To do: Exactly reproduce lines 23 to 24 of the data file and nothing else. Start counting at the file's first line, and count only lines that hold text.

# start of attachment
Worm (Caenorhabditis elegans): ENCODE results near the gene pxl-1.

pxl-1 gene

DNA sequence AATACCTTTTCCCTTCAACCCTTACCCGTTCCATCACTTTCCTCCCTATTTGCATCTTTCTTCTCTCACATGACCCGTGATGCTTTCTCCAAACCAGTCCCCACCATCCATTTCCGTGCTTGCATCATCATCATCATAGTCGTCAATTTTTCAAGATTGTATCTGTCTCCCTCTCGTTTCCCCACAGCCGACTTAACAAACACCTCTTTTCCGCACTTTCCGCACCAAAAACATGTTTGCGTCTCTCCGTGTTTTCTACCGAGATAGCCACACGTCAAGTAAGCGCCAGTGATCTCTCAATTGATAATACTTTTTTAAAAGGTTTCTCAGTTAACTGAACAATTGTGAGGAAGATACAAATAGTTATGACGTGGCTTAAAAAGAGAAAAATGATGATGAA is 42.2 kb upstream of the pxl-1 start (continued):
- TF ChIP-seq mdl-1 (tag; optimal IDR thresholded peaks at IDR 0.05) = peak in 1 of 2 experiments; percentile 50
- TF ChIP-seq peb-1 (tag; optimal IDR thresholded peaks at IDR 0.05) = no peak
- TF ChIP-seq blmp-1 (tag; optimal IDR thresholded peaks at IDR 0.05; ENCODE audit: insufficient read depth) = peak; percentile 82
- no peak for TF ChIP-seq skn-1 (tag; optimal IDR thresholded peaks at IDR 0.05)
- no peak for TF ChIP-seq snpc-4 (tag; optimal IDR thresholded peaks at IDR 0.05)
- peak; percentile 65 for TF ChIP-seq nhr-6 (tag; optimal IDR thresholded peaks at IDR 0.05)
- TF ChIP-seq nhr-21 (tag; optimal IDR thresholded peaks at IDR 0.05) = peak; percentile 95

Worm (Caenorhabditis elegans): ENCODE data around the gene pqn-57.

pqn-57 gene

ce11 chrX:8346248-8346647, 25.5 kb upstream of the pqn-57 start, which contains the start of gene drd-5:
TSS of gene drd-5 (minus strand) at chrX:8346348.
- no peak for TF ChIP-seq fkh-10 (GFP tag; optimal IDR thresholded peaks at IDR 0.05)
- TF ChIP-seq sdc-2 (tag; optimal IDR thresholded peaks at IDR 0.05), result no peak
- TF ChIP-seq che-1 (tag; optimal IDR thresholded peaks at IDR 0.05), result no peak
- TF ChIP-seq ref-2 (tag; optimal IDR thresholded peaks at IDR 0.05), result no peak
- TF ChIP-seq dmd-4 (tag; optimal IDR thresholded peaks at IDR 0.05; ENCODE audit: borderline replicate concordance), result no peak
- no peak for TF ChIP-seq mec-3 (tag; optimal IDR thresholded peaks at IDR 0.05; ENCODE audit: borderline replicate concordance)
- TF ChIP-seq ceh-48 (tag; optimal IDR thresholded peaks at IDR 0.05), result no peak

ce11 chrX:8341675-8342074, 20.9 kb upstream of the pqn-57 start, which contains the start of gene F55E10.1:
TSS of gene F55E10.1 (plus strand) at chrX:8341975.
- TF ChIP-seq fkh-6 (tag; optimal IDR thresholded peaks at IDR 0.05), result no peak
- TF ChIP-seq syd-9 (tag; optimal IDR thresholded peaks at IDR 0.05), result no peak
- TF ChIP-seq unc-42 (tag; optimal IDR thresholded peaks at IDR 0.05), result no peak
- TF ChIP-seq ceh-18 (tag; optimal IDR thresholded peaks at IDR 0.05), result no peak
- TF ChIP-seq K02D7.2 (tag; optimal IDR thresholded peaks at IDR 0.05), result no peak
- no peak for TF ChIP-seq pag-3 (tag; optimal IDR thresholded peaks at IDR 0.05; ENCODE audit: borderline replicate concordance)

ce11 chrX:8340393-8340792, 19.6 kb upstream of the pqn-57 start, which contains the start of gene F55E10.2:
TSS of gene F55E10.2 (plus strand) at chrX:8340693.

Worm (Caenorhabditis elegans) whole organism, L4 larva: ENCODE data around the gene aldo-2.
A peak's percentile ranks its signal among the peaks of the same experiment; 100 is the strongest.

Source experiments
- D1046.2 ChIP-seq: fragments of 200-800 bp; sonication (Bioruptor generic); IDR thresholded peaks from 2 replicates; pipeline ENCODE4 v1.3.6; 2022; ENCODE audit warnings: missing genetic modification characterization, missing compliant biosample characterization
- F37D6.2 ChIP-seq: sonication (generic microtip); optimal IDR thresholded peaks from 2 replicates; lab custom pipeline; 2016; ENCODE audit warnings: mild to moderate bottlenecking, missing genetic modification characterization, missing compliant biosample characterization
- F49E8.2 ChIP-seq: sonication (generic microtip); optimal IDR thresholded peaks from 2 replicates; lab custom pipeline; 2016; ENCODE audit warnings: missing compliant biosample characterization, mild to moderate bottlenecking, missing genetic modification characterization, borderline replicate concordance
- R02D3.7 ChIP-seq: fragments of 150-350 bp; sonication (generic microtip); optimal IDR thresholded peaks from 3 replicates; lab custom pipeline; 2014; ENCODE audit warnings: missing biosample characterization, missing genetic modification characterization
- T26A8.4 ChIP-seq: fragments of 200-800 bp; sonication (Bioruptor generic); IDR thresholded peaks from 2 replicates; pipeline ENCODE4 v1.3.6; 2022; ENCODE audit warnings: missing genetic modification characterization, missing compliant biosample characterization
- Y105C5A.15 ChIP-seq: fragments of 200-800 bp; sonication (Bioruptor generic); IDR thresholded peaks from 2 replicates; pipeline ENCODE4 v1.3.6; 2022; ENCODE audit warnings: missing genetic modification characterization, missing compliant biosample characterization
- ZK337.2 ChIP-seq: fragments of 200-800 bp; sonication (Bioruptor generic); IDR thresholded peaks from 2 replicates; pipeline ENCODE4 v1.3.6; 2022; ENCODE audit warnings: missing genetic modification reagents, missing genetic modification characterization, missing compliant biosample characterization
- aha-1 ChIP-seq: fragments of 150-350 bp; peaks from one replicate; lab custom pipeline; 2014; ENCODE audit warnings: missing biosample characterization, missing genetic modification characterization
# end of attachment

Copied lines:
TSS of gene F55E10.1 (plus strand) at chrX:8341975.
- TF ChIP-seq fkh-6 (tag; optimal IDR thresholded peaks at IDR 0.05), result no peak